Know before you go about it—identifying and fixing root causes is gritty work. But the payoff will be worth it.
Q: Do we treat employee mental health and well-being as a strategic priority?
There are only two options here, a resounding “yes!” or “uh, no.” If senior leaders cannot point clearly to how the organization is promoting mental health and well-being and the impacts of such initiatives, not enough effort has been invested. It’s time to step it up.
Start by acknowledging that there is an issue and collecting feedback to identify patterns related to burnout. Listening to employees is critical, not just to target an effective response but also to make them feel heard, an important factor itself in improving well-being.
Once your design is ready, make it part of the company’s strategic plan. But first, double-check that your program includes measurable goals for improvement so you can monitor progress, just as you would for any other high-priority objective.
Q: Do we effectively address toxic behaviors?
Toxic behaviors are the top contributor to burnout. Could your organization have a problem?
Most executives assume that toxic workplaces exist only “somewhere else.” But one in five employees reports having left a job due to a toxic culture—evidence that a careful look at our own house is always in order.
Don’t stop at snuffing out possible toxic behaviors by individuals. Also commit to building a culture grounded in values and practices that themselves serve as an antidote to the toxic workplace, things like:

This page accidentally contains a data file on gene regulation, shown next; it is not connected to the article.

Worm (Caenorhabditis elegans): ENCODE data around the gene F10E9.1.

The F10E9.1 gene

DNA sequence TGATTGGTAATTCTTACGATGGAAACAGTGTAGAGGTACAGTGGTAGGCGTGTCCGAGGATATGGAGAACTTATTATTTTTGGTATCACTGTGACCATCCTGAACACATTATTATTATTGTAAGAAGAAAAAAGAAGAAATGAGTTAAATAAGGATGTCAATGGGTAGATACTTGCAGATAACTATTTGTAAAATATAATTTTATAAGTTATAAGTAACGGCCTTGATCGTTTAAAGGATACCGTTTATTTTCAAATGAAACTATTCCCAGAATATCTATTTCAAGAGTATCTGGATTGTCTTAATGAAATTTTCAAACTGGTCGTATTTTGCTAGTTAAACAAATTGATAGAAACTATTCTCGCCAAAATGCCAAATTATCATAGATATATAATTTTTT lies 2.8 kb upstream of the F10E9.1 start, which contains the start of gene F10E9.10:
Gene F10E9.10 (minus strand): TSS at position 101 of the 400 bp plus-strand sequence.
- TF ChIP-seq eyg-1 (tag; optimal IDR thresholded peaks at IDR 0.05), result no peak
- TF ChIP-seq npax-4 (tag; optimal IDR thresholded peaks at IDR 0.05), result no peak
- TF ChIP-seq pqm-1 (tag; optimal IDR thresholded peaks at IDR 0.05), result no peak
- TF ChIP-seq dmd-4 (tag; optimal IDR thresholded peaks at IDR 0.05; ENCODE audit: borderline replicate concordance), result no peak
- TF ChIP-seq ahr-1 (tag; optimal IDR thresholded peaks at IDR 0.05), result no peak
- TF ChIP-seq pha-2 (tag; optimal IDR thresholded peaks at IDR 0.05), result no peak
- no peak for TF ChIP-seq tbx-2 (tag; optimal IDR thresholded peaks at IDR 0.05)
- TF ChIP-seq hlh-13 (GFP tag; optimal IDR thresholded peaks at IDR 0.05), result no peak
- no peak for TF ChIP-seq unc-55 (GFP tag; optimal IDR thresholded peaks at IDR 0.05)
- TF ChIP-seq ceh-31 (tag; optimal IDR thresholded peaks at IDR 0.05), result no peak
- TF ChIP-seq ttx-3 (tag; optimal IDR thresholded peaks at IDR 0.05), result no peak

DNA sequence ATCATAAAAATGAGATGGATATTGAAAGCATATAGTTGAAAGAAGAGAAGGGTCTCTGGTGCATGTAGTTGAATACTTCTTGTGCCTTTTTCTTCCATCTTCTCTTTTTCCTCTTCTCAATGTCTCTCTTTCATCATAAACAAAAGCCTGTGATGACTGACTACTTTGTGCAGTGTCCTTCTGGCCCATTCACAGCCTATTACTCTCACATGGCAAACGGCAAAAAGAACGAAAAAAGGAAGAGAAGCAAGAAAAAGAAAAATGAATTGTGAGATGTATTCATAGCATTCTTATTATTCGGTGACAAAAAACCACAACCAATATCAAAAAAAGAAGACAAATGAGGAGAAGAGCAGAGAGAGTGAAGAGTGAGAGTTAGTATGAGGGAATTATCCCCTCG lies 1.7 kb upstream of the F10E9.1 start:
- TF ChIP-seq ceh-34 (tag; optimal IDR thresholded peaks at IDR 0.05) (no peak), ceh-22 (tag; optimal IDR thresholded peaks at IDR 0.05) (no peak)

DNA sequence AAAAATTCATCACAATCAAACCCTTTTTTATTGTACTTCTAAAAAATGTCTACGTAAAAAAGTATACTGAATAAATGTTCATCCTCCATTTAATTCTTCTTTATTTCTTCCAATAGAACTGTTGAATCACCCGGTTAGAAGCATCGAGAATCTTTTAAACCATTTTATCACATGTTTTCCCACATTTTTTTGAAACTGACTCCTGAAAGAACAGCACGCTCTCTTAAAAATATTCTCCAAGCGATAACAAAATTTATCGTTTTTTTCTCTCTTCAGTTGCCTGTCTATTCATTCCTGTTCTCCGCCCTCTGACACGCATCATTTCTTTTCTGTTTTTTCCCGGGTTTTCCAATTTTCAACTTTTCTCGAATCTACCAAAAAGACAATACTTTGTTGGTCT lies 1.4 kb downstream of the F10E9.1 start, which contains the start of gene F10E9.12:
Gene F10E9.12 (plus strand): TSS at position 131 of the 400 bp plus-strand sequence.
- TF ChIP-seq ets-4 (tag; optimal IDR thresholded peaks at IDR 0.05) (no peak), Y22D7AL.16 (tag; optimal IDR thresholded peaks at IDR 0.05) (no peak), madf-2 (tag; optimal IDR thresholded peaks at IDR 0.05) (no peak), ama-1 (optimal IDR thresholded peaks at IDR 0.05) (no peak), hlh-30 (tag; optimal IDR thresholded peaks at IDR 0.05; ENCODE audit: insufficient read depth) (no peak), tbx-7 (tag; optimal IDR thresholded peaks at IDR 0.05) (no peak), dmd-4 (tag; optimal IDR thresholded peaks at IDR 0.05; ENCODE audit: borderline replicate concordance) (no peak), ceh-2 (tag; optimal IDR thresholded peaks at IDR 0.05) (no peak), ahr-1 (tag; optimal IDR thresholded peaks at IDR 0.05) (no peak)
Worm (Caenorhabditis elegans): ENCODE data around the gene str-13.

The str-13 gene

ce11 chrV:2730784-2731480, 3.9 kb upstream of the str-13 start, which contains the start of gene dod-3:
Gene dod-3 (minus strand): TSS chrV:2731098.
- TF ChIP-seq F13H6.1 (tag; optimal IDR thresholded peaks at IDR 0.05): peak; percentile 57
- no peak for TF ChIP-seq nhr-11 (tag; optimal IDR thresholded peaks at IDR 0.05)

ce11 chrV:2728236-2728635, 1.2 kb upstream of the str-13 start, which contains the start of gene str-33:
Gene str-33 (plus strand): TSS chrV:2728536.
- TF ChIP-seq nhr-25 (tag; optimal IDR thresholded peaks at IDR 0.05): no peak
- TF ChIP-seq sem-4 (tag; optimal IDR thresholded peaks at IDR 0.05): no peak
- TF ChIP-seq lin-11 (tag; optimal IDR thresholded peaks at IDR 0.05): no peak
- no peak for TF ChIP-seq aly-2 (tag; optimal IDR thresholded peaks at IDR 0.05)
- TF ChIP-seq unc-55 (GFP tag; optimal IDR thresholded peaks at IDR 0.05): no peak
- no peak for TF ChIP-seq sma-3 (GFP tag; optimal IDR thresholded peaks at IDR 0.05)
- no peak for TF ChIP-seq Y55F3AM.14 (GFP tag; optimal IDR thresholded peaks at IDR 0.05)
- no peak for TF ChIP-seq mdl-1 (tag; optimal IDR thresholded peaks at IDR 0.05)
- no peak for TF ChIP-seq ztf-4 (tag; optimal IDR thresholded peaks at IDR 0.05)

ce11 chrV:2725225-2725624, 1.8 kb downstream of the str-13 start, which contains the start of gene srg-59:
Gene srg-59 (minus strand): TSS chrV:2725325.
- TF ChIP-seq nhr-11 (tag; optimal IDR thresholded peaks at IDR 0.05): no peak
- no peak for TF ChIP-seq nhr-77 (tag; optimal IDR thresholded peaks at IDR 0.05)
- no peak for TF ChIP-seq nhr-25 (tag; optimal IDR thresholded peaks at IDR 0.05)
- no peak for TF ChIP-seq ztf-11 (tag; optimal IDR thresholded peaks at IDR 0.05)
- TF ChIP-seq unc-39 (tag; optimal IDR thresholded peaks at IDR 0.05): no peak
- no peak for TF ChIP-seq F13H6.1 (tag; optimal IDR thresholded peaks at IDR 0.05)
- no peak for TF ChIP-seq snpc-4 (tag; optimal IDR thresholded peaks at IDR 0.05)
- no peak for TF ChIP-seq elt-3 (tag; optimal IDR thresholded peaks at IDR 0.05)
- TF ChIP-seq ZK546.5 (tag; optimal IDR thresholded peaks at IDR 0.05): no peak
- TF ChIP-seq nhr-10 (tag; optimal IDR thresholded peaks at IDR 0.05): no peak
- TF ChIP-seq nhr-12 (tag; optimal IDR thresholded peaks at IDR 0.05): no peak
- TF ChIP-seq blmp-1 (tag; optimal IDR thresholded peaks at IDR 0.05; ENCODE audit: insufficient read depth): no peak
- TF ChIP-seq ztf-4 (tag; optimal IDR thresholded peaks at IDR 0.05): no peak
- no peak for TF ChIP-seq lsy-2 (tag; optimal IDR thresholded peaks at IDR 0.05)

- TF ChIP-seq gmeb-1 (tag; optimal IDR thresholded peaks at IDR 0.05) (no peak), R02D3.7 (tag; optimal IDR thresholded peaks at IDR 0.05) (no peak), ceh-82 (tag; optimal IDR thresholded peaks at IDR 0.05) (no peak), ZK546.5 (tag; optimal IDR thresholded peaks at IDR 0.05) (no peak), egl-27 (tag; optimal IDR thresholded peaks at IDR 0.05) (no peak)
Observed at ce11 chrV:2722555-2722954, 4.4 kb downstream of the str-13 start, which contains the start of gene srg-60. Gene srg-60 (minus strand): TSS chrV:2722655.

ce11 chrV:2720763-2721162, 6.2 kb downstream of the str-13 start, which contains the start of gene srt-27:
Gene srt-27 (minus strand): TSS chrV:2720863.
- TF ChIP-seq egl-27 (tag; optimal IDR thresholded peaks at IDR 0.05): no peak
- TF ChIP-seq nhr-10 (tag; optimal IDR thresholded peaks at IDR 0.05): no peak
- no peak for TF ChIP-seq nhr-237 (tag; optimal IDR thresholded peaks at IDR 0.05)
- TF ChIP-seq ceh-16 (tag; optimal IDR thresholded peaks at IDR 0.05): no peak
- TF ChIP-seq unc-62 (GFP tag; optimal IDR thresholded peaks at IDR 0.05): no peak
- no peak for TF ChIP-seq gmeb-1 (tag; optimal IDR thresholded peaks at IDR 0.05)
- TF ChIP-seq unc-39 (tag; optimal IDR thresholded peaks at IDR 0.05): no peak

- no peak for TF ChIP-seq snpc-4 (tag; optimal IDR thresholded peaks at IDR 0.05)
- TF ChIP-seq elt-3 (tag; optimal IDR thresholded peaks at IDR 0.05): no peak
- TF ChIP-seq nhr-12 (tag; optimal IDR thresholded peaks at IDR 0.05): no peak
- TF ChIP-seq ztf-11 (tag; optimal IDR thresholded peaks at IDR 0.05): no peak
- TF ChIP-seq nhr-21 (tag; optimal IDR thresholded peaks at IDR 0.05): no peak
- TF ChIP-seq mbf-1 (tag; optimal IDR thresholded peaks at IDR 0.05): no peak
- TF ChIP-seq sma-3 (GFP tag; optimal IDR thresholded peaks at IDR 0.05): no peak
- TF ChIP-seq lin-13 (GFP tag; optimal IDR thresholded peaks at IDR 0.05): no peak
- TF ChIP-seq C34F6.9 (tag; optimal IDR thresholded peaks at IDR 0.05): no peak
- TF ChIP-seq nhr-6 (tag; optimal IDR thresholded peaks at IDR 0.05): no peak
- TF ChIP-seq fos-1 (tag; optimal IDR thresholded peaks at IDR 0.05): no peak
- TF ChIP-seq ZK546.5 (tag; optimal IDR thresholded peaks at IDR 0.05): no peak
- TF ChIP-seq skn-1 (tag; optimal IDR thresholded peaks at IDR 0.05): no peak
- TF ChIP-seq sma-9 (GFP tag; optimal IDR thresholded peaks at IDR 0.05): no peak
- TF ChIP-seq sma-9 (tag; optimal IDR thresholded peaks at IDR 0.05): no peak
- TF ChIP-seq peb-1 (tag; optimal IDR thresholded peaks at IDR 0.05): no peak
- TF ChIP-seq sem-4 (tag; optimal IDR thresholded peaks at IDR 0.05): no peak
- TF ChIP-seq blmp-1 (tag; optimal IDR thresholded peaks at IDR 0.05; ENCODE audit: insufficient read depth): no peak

Q: Do we create inclusive, supportive work environments?
Inclusion positively affects performance. A truly inclusive workplace will have systems and processes in place to help reduce conscious and unconscious bias. What’s more, leaders and team members will cast themselves as standard-bearers of inclusion, actively striving to integrate inclusive practices and behaviors into the rhythms of the business.
Executives can also play a role in reducing stigmas associated with mental struggles. By being honest about their own experience with burnout, overwork, perfectionist attitudes, insecurities, and so on, they can help team members empathize with each other and themselves when such common issues arise.
Q: Do we enable individual growth?
People want to perform well, learn, and grow in their careers. Although it may sound counterintuitive, offering team members the opportunity to stretch themselves toward meaningful goals can actually reduce burnout.